Nov. 2 (UPI) -- Climate change activist Greta Thunberg chastised lawmakers for "pretending that everything is fine" despite warnings from scientists about global warming during a climate strike event in Los Angeles.
The 16-year-old Swede joined other teen and college-age activists in the Youth Climate Strike on Friday outside Los Angeles City Hall.
Earlier this year, she led school strikes in her home country in Sweden and rose to prominence in the environmental movement worldwide when she gave a passionate speech on climate change to the United Nations months ago.
Along with the other Los Angeles protesters, she demanded California Gov. Gavin Newsom ban new oil and gas drilling since scientists have identified carbon emissions from such drilling as a primary source of climate change. Protesters also demanded a 2,500-foot buffer between drill sites and homes.
Similar to her U.N. speech in September, Thunberg said her generation must hold elected officials accountable for their environmental policies because it's young people's lives that will be impacted.
"The scientists have been repeating the same message over and over again, and yet, they are still not being listened to," Thunberg said. "Why are the people in power still pretending that everything is fine and we can just continue to live ... as if there was no tomorrow? Well, there is a tomorrow -- it is a tomorrow where we, the young people, will live and we need to fight for that tomorrow as if our lives depend on it, because it does."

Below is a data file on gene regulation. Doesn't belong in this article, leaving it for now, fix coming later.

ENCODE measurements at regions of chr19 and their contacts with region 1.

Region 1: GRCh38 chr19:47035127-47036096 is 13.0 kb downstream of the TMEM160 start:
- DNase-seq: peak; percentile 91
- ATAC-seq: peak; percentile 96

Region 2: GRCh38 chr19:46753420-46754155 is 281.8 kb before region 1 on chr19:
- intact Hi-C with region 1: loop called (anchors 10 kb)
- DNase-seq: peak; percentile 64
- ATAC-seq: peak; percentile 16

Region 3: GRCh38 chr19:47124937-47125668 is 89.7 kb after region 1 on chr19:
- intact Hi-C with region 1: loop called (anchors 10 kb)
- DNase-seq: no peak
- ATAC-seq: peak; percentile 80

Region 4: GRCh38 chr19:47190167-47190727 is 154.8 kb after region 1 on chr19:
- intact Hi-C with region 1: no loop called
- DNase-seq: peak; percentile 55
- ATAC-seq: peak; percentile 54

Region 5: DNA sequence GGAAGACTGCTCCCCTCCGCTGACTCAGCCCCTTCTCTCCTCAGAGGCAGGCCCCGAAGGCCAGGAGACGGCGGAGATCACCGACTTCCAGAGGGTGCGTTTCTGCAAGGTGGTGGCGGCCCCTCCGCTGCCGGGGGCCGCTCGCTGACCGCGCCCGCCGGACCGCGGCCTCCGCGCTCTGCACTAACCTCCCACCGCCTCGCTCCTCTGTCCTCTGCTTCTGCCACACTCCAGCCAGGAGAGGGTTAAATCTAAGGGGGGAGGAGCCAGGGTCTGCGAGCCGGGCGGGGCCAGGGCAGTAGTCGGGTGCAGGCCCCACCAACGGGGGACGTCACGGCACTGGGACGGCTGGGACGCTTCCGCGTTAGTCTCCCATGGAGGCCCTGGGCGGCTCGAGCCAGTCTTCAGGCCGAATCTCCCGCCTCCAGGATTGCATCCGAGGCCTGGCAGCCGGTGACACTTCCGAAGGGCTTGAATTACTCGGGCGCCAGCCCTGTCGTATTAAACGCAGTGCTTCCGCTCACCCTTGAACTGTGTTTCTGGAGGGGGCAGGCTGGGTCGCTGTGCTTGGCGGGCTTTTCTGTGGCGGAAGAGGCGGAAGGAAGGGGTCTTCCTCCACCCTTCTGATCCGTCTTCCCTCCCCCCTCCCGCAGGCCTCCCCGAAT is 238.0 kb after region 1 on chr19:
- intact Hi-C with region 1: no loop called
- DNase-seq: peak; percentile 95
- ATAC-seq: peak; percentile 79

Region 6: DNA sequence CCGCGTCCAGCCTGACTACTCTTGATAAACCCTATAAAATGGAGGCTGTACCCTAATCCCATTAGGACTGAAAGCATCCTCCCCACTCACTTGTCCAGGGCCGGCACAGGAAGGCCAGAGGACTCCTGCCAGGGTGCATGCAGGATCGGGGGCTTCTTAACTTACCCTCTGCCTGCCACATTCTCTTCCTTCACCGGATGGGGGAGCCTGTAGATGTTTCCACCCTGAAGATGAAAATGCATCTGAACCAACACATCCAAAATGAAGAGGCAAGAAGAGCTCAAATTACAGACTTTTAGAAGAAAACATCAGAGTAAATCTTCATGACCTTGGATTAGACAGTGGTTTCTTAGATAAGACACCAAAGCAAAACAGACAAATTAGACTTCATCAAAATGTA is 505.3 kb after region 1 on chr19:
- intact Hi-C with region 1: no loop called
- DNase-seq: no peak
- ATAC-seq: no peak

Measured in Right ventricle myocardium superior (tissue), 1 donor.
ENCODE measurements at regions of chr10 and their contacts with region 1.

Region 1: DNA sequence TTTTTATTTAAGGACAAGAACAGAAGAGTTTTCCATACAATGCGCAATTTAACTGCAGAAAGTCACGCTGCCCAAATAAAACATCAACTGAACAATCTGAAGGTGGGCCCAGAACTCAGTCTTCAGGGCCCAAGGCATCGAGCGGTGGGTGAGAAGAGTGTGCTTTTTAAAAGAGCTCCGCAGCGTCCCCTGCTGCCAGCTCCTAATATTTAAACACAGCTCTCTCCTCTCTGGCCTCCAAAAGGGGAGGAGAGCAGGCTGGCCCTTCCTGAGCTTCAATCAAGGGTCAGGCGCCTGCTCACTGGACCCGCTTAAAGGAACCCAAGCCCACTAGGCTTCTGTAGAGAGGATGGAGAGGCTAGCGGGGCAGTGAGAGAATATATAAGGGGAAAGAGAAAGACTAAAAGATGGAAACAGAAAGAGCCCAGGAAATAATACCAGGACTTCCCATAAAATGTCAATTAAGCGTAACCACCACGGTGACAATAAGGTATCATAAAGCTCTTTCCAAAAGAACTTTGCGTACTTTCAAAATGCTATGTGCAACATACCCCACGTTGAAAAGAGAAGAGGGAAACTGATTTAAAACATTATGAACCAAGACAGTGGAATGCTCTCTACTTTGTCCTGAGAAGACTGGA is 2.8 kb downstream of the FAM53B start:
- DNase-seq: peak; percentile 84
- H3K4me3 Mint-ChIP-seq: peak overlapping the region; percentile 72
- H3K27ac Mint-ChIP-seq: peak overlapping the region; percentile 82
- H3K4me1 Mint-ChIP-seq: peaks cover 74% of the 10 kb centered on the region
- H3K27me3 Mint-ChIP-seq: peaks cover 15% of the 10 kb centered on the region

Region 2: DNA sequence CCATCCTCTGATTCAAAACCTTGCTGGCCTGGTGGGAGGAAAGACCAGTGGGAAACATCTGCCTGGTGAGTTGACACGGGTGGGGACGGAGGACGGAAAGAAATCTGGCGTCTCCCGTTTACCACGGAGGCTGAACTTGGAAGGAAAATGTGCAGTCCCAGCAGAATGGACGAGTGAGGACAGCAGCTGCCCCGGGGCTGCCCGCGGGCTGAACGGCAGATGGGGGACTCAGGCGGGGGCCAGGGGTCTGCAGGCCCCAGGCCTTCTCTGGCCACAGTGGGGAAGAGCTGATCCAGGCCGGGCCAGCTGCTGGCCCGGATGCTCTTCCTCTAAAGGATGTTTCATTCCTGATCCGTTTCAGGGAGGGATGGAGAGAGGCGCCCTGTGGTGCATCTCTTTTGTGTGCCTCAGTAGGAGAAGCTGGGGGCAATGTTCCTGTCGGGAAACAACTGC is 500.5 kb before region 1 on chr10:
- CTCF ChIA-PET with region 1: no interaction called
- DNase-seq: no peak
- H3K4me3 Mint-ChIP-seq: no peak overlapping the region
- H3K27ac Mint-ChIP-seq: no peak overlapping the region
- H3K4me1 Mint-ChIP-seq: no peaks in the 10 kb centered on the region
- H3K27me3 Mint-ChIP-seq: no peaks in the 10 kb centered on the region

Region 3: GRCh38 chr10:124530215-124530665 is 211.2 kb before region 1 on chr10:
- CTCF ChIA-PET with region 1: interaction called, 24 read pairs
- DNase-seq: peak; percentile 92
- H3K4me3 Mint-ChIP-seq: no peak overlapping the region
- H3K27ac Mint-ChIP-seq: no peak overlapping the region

Harbor Area resident Nalleli Cobo, 18, who has been fighting against oil and gas drilling as her family lives within 30 feet of an oil well, was also at the climate strike.
"I was forced to fight for my community, our health and our lives," Cobo said. "While growing up next to this oil well, I noticed my health take a toll for the worst. I have a higher risk of developing cancer and possible damage to my reproduction system. But it wasn't just me, it was most of my community."
Los Angeles City Councilman Paul Koretz filed a motion Friday calling on the city's petroleum officer to provide a report on ways to cut carbon emissions citywide.
Koretz added that local refineries import 98 percent of their crude oil, so the protesters demands would not change product output that much.
Thunberg used an electric car to get to the protest in Los Angeles and has also traveled across the continent. She previously made her way to the United States from Europe in a zero-emissions sailboat.
Earlier in the week, she spoke with survivors of the Camp Fire that burned over 153,000 acres last year.
"It was just devastating to see the destruction there and the houses that were gone and people telling stories, horrible stories," she said. "Of course, wildfires are a natural part of the ecosystem here, but they are being intensified with the climate crisis and it will continue to get worse."